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The next blog in our series on Corporate Responsibility at West focuses on philanthropy. Being a good corporate citizen has long been an integral part of West’s culture. Our philanthropic efforts include corporate giving initiatives like grants and sponsorships, employee-led giving initiatives like food drives and events, and matching gifts and educational scholarships through the H.O. West Foundation. Read on to learn more about the robust culture of giving at West.
For many years, West has targeted its philanthropic efforts to support charities focused on children, people with disabilities, healthcare and education, with a focus on STEM (Science, Technology, Engineering & Math) – all within the communities in which our team members live and work. The Company’s giving strategy focuses on three elements: Corporate Giving through direct charitable gifts made by West Pharmaceutical Services, Inc.; the Herman O. West Foundation, an independently managed 501(c)(3) entity, which awards scholarships and matching gifts; and West without Borders*, our team member-led giving program.
One of the highlights of our 2017 team member fundraising efforts was our second annual Global Food Drive. Each year, every West site around the globe collects food that is donated to local food banks and soup kitchens. In 2017, team members collected more than 40,000 pounds of food, a 68% increase from the previous year, resulting in the equivalent of more than 150,000 meals for those in need.
In 2017, Corporate and Foundation giving reached over $1.8 million, and team member giving totaled nearly $530,000. Since the inception of West without Borders in 2004, team members have raised millions of dollars for a variety of charities located around the globe through this and other programs.
Another key accomplishment of 2017 was the collective effort to support our team members in Puerto Rico after the island was devastated by Hurricane Maria. Within hours of the disaster, West was working to provide satellite phones for our site in Puerto Rico, enabling our team members to connect with their colleagues, customers and family members. In the first month, an ice maker, washing machine, dryer and shower facilities were purchased and installed in the plant for team members and their families. Because of the devastation to their homes, 100% of our team members in Puerto Rico received an emergency relief grant through West’s Employee Relief Fund, and plants from around the world rallied to send more than $10,000 worth of food and water. In addition, an Amazon site was set up for global team members to purchase much-needed items such as batteries and fans, and West’s Corporate Office donated $20,000 to support the American Red Cross’ efforts on the ground in Puerto Rico.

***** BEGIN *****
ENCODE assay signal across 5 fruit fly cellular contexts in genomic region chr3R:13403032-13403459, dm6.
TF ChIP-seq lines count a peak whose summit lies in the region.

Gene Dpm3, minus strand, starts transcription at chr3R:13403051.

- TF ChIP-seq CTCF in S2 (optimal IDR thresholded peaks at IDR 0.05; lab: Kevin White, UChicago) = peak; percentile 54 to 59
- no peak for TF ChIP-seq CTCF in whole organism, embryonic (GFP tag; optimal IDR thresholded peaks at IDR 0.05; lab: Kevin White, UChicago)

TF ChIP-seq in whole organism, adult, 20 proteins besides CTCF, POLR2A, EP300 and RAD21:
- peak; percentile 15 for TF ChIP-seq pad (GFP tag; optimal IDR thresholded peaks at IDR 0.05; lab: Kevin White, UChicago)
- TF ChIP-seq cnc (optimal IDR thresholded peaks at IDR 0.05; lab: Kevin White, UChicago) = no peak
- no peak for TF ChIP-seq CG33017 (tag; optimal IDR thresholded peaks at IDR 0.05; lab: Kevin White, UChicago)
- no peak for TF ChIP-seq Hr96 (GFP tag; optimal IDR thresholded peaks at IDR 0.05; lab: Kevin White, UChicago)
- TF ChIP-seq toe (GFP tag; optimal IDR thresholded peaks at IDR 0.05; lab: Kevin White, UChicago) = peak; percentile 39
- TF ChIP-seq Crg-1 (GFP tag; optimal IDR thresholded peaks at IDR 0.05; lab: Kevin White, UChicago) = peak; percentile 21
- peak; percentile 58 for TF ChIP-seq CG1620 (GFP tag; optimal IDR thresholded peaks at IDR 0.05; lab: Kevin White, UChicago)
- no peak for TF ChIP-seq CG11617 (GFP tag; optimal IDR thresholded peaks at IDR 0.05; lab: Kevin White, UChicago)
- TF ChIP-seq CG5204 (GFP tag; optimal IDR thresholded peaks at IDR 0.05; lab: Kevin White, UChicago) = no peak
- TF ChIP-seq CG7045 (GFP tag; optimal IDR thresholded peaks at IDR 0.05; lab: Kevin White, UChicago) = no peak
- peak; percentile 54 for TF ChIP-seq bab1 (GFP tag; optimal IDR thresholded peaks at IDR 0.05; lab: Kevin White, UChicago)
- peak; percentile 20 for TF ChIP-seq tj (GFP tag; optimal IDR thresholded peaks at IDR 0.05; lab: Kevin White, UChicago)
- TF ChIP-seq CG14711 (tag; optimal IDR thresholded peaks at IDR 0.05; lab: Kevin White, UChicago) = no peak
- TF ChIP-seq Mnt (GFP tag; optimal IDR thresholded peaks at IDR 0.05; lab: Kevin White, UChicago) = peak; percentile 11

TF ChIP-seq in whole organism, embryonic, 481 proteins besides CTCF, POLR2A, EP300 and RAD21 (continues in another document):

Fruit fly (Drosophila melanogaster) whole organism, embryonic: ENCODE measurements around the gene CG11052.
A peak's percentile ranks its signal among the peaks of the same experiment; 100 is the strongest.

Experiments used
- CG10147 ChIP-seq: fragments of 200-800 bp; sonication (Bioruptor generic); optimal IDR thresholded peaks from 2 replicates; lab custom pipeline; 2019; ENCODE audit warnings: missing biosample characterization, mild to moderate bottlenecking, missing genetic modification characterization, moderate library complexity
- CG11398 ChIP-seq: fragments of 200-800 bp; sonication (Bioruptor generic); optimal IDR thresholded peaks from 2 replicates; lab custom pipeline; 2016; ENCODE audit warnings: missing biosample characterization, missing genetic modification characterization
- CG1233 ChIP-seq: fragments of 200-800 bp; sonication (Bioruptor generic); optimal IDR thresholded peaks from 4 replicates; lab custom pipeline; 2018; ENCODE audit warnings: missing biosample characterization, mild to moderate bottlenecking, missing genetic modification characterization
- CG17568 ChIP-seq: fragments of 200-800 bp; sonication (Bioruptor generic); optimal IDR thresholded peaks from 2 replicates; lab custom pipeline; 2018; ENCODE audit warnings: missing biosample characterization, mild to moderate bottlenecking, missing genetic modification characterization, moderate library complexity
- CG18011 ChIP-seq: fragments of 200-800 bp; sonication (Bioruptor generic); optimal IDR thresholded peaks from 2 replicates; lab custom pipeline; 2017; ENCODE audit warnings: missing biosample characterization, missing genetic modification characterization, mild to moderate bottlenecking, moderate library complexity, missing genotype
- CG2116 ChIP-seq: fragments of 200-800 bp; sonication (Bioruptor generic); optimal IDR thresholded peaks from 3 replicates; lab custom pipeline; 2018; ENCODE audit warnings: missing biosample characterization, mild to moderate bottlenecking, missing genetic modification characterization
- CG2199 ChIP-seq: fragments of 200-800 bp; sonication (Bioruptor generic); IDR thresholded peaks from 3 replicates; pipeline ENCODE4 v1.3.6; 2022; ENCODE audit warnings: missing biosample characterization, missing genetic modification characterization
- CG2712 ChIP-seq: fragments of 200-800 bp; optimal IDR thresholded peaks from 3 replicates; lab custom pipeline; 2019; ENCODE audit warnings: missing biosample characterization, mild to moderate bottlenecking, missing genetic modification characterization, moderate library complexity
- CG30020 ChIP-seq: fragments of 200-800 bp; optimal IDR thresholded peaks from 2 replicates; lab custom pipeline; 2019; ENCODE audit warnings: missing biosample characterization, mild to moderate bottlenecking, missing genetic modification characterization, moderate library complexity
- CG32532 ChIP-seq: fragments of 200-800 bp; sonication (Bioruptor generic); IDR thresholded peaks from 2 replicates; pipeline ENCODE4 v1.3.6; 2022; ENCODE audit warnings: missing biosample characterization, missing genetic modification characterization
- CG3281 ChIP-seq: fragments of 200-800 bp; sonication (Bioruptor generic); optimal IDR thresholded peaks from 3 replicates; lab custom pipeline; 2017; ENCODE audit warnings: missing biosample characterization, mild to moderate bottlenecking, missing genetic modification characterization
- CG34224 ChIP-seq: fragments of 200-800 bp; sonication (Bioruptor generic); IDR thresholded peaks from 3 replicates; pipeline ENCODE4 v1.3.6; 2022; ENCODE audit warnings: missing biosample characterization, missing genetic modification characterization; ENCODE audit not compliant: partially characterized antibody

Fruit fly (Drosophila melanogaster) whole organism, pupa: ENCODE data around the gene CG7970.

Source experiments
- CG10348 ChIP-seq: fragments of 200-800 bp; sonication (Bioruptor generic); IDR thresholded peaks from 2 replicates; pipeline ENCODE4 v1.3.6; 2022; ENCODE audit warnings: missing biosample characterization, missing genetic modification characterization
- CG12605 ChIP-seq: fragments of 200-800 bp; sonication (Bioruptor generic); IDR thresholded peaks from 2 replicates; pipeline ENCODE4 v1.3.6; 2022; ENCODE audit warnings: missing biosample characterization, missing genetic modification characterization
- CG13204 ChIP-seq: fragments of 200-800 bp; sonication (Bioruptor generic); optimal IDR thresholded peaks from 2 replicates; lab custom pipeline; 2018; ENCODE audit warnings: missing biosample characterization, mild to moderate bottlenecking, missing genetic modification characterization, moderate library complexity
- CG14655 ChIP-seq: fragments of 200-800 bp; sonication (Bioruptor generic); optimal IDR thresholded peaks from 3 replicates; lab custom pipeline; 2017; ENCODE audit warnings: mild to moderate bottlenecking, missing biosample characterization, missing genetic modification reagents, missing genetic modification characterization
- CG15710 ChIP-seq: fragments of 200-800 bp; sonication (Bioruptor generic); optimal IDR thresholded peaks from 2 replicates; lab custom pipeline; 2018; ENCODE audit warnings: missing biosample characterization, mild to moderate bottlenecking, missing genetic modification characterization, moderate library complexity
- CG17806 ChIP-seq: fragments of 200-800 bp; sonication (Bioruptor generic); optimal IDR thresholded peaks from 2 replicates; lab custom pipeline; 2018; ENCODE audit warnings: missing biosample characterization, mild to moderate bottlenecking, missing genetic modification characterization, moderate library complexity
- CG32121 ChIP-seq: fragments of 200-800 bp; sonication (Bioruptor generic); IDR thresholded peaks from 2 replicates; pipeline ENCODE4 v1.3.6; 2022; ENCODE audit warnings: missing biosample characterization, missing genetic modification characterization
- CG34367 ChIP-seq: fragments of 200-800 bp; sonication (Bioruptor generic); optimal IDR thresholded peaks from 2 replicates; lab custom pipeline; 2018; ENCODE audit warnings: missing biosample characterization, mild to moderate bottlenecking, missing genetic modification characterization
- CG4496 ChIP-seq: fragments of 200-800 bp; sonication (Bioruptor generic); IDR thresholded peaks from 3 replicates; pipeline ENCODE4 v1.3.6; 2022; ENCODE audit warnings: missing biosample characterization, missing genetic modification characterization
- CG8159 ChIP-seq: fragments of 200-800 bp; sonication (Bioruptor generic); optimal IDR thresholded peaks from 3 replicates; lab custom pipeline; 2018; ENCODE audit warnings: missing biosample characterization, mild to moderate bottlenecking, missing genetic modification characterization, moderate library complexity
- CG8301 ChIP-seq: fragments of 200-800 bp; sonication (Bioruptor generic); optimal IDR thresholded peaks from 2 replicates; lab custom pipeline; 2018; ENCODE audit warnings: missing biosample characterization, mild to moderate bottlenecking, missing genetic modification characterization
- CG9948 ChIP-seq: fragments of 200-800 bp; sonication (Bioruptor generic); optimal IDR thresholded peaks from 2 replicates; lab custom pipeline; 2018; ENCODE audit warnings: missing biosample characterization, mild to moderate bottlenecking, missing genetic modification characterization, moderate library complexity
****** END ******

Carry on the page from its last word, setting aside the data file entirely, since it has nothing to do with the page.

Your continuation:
Click here to view the full 2017 Corporate Responsibility Report.
*West without Borders is not affiliated with Doctors Without Borders®, which is a registered service mark of Bureau International de Medecins San Frontieres.
Take an in-depth look at the science behind containment & delivery of injectable medicines in the West Knowledge Center.
The PDA Annual Meeting, “Modern Sterile Product Manufacture – Exploring Best Practices and Seeking New Approaches,” will be held April 15-17, 2013, at the Peabody Orlando in Orlando, Florida. This meeting will focus on the challenges currently faced by the pharmaceutical industry, advances in modern manufacturing and look ahead to the future of the industry.
West’s customers are very familiar with our Drug Master Files (DMFs) and Letters of Authorization. West maintains some of the most active DMFs held by the FDA and Health Canada, and we’ve provided customers with over 9,000 LOAs since 2008.
Moisture-sensitive drug products are commonly lyophilized to enhance their shelf life and to prepare them for storage and transport. Maintaining a constant moisture level in a lyophilized drug product “cake” ensures product quality. Not only is proper selection of a container closure system (vial, stopper, seal) necessary, but sealing conditions are as well. This is achieved through demonstration of container closure integrity (CCI).
Pharmaceutical closures used in aseptic environments must be introduced in a sterile state. The most common methods to sterilize rubber closures (e.g., stoppers) are autoclaving (saturated steam) and gamma irradiation. Both methods can influence chemical (e.g., extractables profile) and physical/functional properties (e.g., break-loose and extrusion forces). Therefore, it is important to choose the right method.
A team of three Cornell University Biomedical Engineering graduate students recently completed a collaborative project with West focused on the development of a proof-of-concept delivery system for a veterinary application.